Today, the UN Security Council is expected to vote on a draft resolution tabled by the US to slap additional sanctions on North Korea. The document proposes a ban on Pyongyang’s textile exports, prevents the hiring of North Korean labourers overseas and introduces an oil embargo.
North Korea imports all the crude oil it consumes—some 520,000 tons a year—most of which comes from China. An embargo would disrupt much of the country’s Soviet-era manufacturing plants and reduce transportation options for North Koreans.
But even if the plan isn’t vetoed by China and Russia today (which is probable), it’s highly unlikely that Pyongyang will give up its hard-won nuclear capabilities to resume oil imports. Rather, the regime will turn to other energy sources, particularly its large coal reserves, which can be converted into oil via the Fischer-Tropsch process.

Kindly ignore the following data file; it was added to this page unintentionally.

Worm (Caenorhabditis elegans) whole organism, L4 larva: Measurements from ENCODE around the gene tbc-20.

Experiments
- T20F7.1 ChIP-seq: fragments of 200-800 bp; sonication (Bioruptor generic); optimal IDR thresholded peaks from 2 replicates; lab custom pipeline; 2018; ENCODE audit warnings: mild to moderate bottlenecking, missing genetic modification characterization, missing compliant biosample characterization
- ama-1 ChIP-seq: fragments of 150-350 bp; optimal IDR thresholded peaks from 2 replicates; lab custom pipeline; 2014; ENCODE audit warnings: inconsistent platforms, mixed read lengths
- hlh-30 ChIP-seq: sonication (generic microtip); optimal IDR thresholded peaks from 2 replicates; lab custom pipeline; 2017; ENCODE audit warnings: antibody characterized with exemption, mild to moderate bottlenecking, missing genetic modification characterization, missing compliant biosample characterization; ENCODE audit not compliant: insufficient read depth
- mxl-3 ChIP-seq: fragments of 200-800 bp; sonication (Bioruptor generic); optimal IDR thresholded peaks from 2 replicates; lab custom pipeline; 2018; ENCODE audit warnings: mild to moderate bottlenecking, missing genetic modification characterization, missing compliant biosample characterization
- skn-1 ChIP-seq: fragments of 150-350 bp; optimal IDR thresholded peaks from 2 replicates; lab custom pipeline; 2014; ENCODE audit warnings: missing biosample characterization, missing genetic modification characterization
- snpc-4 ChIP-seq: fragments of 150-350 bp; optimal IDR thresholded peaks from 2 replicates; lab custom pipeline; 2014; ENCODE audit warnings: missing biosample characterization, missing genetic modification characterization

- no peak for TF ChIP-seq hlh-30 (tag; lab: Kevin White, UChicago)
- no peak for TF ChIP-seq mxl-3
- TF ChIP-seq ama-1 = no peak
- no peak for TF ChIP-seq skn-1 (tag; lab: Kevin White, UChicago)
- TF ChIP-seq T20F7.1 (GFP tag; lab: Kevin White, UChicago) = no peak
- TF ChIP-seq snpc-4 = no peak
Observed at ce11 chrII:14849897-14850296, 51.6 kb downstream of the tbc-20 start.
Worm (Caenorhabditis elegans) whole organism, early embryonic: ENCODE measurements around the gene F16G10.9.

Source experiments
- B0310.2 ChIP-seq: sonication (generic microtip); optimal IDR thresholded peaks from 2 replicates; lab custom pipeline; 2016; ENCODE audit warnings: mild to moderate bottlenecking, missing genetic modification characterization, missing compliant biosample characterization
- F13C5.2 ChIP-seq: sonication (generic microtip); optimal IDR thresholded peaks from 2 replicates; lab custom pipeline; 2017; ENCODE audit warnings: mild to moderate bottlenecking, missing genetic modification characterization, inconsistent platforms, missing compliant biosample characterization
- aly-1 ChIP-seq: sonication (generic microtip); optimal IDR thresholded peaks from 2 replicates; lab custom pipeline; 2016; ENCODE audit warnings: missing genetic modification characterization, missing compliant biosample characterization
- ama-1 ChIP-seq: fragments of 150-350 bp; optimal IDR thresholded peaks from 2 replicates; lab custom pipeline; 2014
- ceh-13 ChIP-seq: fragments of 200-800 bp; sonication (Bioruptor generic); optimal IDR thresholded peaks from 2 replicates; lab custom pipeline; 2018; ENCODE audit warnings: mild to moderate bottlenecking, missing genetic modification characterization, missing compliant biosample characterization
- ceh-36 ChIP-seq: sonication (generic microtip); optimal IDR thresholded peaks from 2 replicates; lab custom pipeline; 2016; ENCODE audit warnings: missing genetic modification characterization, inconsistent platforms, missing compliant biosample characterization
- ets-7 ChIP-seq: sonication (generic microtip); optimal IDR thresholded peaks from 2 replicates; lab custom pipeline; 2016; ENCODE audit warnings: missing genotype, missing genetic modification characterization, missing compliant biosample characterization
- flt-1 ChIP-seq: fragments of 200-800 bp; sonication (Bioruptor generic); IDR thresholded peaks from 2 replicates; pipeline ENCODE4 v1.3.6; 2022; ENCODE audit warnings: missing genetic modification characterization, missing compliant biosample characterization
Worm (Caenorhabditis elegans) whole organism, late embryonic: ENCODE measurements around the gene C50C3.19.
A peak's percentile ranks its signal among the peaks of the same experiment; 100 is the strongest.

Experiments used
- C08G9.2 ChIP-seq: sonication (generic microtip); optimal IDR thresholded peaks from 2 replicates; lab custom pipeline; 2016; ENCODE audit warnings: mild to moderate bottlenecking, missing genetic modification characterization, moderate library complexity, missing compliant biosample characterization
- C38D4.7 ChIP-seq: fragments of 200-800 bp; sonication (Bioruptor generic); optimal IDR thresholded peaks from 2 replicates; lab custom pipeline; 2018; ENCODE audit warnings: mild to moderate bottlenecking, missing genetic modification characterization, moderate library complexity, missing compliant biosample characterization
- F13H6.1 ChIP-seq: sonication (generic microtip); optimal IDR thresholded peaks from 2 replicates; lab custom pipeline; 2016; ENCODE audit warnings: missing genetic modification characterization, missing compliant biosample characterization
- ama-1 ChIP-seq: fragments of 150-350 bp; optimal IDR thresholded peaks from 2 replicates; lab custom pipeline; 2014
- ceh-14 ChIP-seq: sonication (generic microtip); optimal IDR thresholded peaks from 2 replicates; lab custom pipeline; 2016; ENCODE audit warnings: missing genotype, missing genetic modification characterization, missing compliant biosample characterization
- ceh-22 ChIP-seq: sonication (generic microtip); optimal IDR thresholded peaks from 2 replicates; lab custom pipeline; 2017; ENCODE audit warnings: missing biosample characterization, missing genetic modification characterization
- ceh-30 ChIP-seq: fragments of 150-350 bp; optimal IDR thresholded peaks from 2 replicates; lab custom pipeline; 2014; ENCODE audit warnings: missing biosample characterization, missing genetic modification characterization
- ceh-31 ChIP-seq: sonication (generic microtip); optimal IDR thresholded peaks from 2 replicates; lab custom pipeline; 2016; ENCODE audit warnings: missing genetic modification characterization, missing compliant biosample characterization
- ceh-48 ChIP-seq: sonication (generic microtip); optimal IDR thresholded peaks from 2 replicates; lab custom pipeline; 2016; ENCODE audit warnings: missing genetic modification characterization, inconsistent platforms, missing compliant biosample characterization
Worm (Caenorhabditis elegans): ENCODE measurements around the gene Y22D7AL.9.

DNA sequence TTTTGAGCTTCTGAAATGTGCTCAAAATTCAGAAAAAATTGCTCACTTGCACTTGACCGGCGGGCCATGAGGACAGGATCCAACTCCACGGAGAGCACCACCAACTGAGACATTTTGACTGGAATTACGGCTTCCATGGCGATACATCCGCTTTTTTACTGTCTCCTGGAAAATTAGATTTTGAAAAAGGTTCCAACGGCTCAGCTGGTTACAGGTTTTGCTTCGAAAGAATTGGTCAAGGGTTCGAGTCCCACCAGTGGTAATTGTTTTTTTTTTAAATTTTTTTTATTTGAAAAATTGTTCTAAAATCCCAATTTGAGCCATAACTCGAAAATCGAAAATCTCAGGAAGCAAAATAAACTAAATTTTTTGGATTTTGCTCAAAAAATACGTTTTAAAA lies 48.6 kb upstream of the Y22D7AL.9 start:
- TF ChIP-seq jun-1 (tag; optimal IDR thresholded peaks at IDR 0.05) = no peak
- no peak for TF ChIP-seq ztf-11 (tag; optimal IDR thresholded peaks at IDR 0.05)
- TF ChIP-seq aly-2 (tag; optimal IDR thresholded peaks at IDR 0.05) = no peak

A more productive avenue would be the resumption of talks between the North and key international stakeholders. Over the weekend, Angela Merkel pointed to Iran-style nuclear negotiations as a feasible option and one Germany was “prepared to play a very active part in”.
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Simon is the founder of Foreign Brief who served as managing director from 2015 to 2021. A lawyer by training, Simon has worked as an analyst and adviser in the private sector and government. Simon’s desire to help clients understand global developments in a contextualised way underpinned the establishment of Foreign Brief. This aspiration remains the organisation’s driving principle.